On August 25th, PERSONAL RECORDS is proud to present OF DARKNESS’ highly anticipated second album, Missa Tridentina, on CD format.
A cult band even among an already-cult scene, OF DARKNESS are an experimental funeral doom band hailing from Barcelona. While exuding the characteristic traits of the subgenre – sepulchral tones, glacial pace, suffocating atmosphere – the Spaniards look beyond mere metal for idiosyncratic deployment of other such musics as ambient, industrial, and especially classical. Intensely atmospheric and deeper than the abyss, their sound is the perfect landscape for the members’ extreme nihilistic beliefs. And although those members concurrently play in such distinguished bands as Teitanblood, Balmog, and Graveyard among many others, in thought and deed is OF DARKNESS entirely its own entity.
OF DARKNESS was born in 2003 and released their first demo, Death, a few months after. In 2004, the entities behind the band started working on a new work, The Empty Eye, which was released in 2005. Around that time, several labels showed interest in both records: Goatowarex Records and Xtreem Music. None of those deals came to a good end, so the band stayed on hold for a few years until Psychedelic Lotus Order (the new guise/ruse of infamous rip-off Goatowarex) and Black Mass Records decided to give a second chance to both records, re-releasing them on limited vinyl and CD in 2009/2010. In 2012, in conspiracy with Black Mass Records again, OF DARKNESS released Scorpiace, a split tape with legendary Galician drone / ambient / industrial act Like Drone Razors Through Flesh Sphere, which was re-released (including another very long track) later on CD by Gradual Hate Records in 2015. Perhaps most indicative of the band’s unique take on funeral doom was the release of Tribute to Krzysztof Penderecki – Passio et Mors Domini Nostri Jesu Christi Secundum Lucam. More or less their debut album, the 43-minute record indeed interpreted two compositions of modern classical master (and master of tension & terror) Penderecki, complete with a cover that mirrored those of Deutsche Grammaphone’s long-running line of classical records.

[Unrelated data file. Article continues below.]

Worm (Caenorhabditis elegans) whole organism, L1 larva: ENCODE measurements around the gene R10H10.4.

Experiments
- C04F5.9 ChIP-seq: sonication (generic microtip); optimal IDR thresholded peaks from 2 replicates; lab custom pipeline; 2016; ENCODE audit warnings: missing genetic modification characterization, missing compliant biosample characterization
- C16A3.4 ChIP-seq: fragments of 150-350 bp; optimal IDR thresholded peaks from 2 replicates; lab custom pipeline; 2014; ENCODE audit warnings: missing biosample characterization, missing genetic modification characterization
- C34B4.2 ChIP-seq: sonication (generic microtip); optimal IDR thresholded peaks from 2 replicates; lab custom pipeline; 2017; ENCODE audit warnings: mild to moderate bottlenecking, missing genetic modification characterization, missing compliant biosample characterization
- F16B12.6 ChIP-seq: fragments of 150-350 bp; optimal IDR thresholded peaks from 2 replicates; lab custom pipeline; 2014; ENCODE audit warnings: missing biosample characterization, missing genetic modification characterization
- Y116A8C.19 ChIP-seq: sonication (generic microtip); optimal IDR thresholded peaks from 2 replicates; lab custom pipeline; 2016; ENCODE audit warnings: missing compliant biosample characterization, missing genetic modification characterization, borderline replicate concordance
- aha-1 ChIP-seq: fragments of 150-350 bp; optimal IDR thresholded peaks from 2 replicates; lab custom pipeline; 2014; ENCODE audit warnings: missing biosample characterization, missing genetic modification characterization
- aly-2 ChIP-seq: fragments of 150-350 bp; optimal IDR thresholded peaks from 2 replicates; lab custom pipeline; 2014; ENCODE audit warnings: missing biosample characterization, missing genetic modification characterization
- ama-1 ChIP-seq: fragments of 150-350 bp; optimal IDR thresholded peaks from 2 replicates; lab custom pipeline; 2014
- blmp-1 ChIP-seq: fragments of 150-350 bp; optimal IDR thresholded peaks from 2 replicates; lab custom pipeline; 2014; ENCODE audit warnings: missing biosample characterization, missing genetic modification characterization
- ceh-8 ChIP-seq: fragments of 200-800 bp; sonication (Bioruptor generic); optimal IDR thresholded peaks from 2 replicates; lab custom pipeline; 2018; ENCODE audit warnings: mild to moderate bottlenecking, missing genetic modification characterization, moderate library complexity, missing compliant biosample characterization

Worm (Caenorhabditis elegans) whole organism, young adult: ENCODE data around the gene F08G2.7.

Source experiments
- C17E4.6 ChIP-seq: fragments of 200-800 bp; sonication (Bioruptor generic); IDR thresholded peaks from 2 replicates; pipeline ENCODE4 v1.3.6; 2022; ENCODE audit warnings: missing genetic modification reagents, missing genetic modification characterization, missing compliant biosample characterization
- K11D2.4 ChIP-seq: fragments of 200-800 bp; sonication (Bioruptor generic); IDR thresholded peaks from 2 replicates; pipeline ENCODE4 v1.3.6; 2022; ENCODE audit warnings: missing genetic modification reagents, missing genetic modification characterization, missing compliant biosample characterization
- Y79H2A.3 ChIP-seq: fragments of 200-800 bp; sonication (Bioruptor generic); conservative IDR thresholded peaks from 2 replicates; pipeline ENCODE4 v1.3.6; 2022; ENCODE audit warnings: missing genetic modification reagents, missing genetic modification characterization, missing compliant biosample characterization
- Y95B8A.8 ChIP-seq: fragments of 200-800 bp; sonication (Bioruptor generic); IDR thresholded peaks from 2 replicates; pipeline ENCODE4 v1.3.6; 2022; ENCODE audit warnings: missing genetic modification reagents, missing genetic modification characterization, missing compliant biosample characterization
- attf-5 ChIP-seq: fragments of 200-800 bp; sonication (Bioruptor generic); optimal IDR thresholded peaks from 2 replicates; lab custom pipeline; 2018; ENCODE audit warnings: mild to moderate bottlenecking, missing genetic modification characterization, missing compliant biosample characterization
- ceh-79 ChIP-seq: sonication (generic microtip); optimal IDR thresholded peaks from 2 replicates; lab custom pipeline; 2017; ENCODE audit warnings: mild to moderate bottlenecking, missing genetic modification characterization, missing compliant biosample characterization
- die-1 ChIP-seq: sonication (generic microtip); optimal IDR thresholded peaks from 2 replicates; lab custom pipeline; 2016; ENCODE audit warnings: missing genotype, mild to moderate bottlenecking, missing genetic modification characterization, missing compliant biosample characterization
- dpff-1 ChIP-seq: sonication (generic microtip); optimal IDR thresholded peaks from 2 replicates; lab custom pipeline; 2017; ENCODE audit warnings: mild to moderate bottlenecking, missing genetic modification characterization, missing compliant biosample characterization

Fittingly for their cult nature, OF DARKNESS have never been an active band in a traditional way; it’s just an on/off project that appears every once in a while, so many people thought and still think the band is on hold or even inactive – which, in a way, is true. During the infamous lockdown, the trio decided to prepare new material, which was composed, recorded, arranged, and mixed in three days: as usual for OF DARKNESS since they never rehearse, and rather just improvise in the studio while recording. Nevertheless, what has emerged – the seven-song/43-minute Missa Tridentina – is a monumental album that sounds anything but improvised. Solemn and spacious, much like an ancient cathedral, OF DARKNESS’ second album slowly unfolds, each minute moving ominously but with portent, almost soothingly, as textures flicker with recognition but then fade away, and on and on and on again. The whole work is threaded together as one massive composition, and therein lies the genius of OF DARKNESS: taking far more cues from classical than funeral doom, one could view these separate movements as suites of a larger orchestral work, and indeed do they incorporate orchestration that arguably plays a great role than the usual metal-oriented instrumentation. At times, there’s a diabolical disconnect – and successive dissonance – between both elements, as if they’re each playing of their own accord; but then, like slowly undulating wisps of smoke, a certain sense of order arises, haunting and hypnotizing. It’s incredibly avant-garde without being belabored or overbearingly performative about it. It’s also unlike most “funeral doom” records past and especially present. OF DARKNESS challenge even the bravest listeners with Missa Tridentina.